(PhysOrg.com) -- Being able to stay in their homes and remain independent is a daily struggle for many older adults. As we age we tend to lose our flexibility, our connective tissue tightens and we have prolonged reaction times. Problems with vision, including depth perception, all increase the likelihood of falling. When a child falls it may result in a few bumps and bruises. However, the older we get, the more the ramifications of a fall escalate including being the leading cause of injury deaths in older adults and the most common cause of non-fatal injuries and hospital admissions. According to Val Walkowiak, medical integration coordinator for Loyola Center for Fitness, exercise plays a major role in preventing falls.
“Improving posture and balance helps strengthen weak muscle groups in the back, core, hips and legs. This improves mobility, which limits the fall risks,” said Walkowiak. “Maintaining upright posture is vital for daily living and function.”
For instance, it can seem that older adults are shuffling instead of walking. This is actually a way to compensation for lack of balance and poor posture. They take shorter strides, have a wider gait and tend to look at the floor to try to avoid tripping.
Working on posture, such as sitting up straight in a chair and holding abs in can strengthen key muscles groups helping to create a more normal walking gait.
Improving static balance, which is the ability to control postural sway while standing, is key to preventing falls.
“We naturally move a lot. When you stand still you actually aren’t still. Your head moves and your body moves with it to keep inline with the head,” said Walkowiak. “As we age it is important to train our brains to quickly activate the right muscles to anticipate and respond to changes in our environment such as stepping up on a curb or into a bath tub.”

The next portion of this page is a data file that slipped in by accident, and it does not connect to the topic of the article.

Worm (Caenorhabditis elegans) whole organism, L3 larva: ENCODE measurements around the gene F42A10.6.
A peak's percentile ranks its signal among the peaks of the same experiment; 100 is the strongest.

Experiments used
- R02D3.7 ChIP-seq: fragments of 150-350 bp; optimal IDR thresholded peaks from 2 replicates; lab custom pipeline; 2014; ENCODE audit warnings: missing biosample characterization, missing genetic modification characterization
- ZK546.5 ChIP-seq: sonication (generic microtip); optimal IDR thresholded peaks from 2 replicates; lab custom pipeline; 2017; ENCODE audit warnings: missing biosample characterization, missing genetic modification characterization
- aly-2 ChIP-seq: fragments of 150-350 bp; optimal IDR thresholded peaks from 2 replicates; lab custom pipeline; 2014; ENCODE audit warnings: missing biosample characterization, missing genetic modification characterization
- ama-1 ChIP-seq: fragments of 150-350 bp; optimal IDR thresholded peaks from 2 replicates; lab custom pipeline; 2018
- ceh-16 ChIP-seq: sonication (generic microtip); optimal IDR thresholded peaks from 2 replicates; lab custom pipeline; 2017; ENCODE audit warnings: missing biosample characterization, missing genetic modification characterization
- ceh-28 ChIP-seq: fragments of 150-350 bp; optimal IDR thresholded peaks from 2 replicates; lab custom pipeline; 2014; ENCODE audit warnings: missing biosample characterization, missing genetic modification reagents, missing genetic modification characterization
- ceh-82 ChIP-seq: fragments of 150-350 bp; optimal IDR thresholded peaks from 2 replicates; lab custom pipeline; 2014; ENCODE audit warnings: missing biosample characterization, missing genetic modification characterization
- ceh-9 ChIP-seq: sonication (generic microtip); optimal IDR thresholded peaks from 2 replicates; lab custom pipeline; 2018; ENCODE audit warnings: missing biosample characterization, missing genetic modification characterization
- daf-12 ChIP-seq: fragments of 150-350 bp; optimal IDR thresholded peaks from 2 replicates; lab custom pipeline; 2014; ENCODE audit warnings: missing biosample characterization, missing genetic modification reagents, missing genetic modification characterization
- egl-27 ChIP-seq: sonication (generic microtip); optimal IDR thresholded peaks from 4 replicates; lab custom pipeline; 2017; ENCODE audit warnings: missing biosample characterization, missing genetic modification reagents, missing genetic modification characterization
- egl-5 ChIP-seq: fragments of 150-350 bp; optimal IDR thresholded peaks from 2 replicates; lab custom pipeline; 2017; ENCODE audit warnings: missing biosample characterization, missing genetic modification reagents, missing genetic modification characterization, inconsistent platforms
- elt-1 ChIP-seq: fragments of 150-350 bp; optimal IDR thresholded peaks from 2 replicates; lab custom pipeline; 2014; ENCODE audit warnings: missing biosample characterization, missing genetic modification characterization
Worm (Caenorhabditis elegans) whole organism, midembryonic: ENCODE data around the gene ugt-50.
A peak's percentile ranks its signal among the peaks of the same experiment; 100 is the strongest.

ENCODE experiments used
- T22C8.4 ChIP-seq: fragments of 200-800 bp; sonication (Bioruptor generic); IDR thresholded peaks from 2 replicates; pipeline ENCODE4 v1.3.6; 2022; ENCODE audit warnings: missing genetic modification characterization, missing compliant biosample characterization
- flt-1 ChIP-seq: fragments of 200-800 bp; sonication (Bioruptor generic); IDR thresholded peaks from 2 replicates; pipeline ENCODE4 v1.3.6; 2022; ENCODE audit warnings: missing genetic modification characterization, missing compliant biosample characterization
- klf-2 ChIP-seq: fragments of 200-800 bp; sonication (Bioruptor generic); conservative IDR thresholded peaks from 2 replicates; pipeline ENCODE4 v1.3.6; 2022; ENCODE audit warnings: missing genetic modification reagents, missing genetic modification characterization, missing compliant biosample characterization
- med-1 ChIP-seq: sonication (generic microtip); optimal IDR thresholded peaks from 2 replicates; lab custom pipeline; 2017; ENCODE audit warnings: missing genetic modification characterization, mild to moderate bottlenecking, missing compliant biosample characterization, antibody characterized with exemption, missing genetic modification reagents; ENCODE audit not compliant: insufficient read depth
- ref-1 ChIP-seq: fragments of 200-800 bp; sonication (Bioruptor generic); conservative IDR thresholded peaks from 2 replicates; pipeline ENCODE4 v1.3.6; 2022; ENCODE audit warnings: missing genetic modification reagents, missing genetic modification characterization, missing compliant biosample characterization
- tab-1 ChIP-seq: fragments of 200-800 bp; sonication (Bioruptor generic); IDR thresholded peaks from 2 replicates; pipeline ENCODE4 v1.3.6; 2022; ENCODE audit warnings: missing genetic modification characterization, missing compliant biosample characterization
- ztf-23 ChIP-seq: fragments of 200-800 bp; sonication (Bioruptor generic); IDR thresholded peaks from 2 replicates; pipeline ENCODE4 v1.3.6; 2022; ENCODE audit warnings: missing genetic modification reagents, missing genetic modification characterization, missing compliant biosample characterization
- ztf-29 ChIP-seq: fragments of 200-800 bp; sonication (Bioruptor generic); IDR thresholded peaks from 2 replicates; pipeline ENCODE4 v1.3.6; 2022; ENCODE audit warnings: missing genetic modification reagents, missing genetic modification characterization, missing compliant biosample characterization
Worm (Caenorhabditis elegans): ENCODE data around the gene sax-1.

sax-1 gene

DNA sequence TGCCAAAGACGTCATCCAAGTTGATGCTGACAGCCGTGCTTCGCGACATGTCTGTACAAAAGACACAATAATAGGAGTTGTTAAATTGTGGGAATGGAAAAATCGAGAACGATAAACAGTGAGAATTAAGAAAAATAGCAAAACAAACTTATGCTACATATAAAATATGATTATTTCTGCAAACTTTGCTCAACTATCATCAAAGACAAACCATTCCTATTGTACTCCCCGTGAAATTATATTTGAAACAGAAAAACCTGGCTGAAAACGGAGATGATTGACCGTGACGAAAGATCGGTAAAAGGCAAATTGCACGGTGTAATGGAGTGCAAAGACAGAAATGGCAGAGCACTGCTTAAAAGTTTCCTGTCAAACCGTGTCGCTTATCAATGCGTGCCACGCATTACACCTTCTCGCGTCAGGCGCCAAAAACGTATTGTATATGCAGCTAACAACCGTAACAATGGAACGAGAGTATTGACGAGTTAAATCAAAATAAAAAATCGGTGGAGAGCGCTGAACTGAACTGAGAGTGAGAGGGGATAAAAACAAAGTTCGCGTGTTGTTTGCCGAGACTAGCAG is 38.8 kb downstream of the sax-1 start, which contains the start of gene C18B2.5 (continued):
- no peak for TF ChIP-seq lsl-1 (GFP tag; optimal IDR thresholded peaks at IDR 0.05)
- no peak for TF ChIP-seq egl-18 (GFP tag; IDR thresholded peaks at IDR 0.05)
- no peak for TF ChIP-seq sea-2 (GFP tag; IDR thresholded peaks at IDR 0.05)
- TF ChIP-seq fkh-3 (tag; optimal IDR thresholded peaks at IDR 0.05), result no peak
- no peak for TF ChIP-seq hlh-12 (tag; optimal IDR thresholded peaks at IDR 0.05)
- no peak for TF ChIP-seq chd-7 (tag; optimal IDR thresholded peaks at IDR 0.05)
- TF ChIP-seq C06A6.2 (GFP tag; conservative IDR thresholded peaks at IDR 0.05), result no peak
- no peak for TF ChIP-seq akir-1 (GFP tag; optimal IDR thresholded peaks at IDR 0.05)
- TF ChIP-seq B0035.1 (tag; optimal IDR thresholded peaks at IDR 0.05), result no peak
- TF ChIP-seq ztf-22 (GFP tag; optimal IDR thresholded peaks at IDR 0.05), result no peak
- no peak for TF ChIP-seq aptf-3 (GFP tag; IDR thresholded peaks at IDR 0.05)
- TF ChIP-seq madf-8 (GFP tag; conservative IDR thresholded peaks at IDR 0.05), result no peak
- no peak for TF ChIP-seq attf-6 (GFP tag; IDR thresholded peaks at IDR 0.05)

Some of the exercises Walkowiak uses to stimulate brain and muscle control are marching in place, heel walks, working on ankle flexibility and quick steps with sudden stops to help increase reaction times.
“So many of the everyday things we take for granted can be more difficult as we age. Cardiovascular endurance, strength, balance and flexibility training are all needed to help a person stay independent. But balance, staying away from falls, seems to be what matters most to seniors,” said Walkowiak.
Walkowiak leads a class specifically aimed at meeting the exercising needs of older adults in a land-based setting. The class doesn’t require getting up and down off the floor. Strength training is done with wrist and ankle weights so people with arthritis don’t have to use handheld weights. Most exercises are done in a chair or standing up. Many seniors are drawn to aquatic classes because of arthritis or lack of flexibility, which Walkowaik thinks is great. Still, she encourages seniors to get out of the water.
“We don’t live in water. It is important for seniors to perform exercises on land to increase bone density, help improve balance and simulate the functional movements we perform each day during our daily tasks,” said Walkowiak.
After taking the class seniors have found that they don’t rely on others as much. Seemingly simple tasks, such as lifting a grocery bag, that once caused difficulty now come with ease. One woman said she was able shovel her whole driveway and not feel muscle pain the following day.
Exercising is not only good for the body it stimulates the mind, improves hand and eye coordination and is an excellent social outlet.
“We have a great time together. Strong friendships have formed and it’s hard for me to get the class started because everyone just wants to talk about what’s happening in their lives. It’s so great to see these people bonding, helping each other and staying healthy,” said Walkowiak.
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